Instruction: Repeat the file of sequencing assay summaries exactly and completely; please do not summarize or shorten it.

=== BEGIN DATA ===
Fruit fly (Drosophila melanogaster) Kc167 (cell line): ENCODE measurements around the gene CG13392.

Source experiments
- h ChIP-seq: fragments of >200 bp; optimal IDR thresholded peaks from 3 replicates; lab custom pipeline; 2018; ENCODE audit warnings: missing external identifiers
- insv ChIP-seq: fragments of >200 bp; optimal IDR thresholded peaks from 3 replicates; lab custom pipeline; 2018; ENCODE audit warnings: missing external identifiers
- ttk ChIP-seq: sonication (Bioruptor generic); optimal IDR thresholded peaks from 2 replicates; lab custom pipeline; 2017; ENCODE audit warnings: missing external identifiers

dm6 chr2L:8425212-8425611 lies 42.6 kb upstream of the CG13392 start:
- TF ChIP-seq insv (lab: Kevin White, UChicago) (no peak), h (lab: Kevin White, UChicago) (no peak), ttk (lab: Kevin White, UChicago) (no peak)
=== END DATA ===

Fruit fly (Drosophila melanogaster) Kc167 (cell line): ENCODE measurements around the gene CG13392.

Source experiments
- h ChIP-seq: fragments of >200 bp; optimal IDR thresholded peaks from 3 replicates; lab custom pipeline; 2018; ENCODE audit warnings: missing external identifiers
- insv ChIP-seq: fragments of >200 bp; optimal IDR thresholded peaks from 3 replicates; lab custom pipeline; 2018; ENCODE audit warnings: missing external identifiers
- ttk ChIP-seq: sonication (Bioruptor generic); optimal IDR thresholded peaks from 2 replicates; lab custom pipeline; 2017; ENCODE audit warnings: missing external identifiers

dm6 chr2L:8425212-8425611 lies 42.6 kb upstream of the CG13392 start:
- TF ChIP-seq insv (lab: Kevin White, UChicago) (no peak), h (lab: Kevin White, UChicago) (no peak), ttk (lab: Kevin White, UChicago) (no peak)